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A spirited release

Roche Uhntraal prepares to smash his piggy bank.


In the five months since The Grass graced a Halifax stage, the Dartmouth-born sextet relocated to Ottawa, embarked on a string of successful Ontario shows and had a main stage billing at the Ottawa Bluesfest. The band also recorded its third album, Calling All Ghosts.

"Fans should expect our best album yet," says drummer/vocalist Dylan Ryan. "We had a lot more fun recording this album, and it shows."

Living together in a south end bungalow/home studio allowed the band to experiment with their sound: a melting pot of classic "60s twang. Previews of the album, available at:, hint at higher production values and edgier songwriting.

"This album is definitely further out than anything else we've done," says Ryan. "We took our time with the recording and didn't set foot into a studio with it. Doing it ourselves really let us get the sound we wanted."

The Grass will spend the next two months on the road, but don't be surprised if another album comes down the wire in the near future. With three releases in the last two years, the band isn't one to waste much time between songwriting sessions.

"Every album so far ended with new tracks being written for another album," says Ryan. "This album was narrowed down to 13 tracks from 16 or 17, and most were basically ready by the time we released Oranges. We still have tracks from our first album that we talk about using."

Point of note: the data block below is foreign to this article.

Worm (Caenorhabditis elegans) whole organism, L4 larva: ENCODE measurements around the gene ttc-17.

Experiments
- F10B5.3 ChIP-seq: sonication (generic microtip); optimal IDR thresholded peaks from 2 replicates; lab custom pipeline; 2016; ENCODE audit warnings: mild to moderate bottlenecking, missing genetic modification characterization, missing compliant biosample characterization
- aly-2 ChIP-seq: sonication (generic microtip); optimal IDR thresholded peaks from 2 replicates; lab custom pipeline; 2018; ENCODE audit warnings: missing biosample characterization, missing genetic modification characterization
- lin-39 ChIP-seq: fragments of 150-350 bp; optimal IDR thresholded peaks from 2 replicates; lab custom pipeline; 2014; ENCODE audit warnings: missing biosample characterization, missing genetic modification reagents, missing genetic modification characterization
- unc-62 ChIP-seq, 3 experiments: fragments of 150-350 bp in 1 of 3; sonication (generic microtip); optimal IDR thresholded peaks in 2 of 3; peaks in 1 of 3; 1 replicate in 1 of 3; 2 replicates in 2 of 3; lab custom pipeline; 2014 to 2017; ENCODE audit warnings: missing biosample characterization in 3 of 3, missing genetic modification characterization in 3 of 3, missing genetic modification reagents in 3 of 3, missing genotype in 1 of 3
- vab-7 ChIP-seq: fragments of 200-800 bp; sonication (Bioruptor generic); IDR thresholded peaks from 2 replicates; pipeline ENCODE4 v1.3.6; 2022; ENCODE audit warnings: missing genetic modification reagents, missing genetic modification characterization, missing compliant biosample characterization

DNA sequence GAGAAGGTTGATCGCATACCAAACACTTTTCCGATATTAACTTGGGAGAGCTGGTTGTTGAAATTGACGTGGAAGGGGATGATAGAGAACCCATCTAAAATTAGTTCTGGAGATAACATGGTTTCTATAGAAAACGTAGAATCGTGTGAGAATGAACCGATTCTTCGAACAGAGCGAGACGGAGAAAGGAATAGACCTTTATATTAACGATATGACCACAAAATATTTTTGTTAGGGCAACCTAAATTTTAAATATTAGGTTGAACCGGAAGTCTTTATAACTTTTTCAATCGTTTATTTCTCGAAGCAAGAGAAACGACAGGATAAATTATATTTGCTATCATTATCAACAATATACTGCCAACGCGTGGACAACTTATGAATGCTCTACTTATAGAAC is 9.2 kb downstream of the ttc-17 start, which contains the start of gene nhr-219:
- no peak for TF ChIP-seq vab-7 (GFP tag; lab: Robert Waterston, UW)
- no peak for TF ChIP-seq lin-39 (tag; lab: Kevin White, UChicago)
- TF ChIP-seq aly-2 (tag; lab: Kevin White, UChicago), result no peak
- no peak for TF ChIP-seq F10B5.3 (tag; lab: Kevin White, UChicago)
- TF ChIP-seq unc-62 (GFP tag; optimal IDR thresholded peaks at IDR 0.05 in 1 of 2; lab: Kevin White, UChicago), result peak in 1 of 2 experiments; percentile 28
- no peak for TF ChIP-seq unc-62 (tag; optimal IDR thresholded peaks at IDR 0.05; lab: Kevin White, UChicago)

Calling All Ghosts debuts at Gus' Pub on August 10 and 11.

Free at last

On the other end of the spectrum, Air Traffic Control spent over two years promoting its self-titled debut album before releasing its latest effort To Be Free. Drummer Jordi Comstock explains.

"We actually had most of the material written and recorded almost a year ago, but we had just gotten funding to make the video "At Any Cost' from the first record so we had to wait for it to be released and then tour on it," he says. "That set things back a bit."

The new album, recorded at frontman Kirk Comstock's Electroland studio and co-produced by longtime friend Laurence Currie, continues a tradition of writing catchy, radio-friendly hooks that dates back to the band's early days as Madhat. Jordi feels that this album could be the one that pushes the band over the top.

"We really feel that this record is going to prove that important music can be made in small towns like Lunenburg and that this record is going to take us to a whole new level and really open a lot of doors," he says. "We've cultivated a special musical connection and that we have something unique to offer."

Air Traffic Control releases To Be Free on August 15 at Tribeca.

Peep these shows

You Say Party! We Say Die! hits the Attic on September 29, while Matthew Good performs an acoustic show October 11 at the Marquee. St. Matt's hosts Final Fantasy on November 16 and 17 and Elliott Brood hits the Grawood on November 21. The Halifax Pop Explosion, October 16 to 21, just announced its first pocket of bands. Added to Tegan and Sara/Northern State shows are AIDS Wolf, Miracle Fortress, Mother Mother, Eric's Trip, Young Galaxy and Apostle of Hustle. Start saving those pennies now, students.

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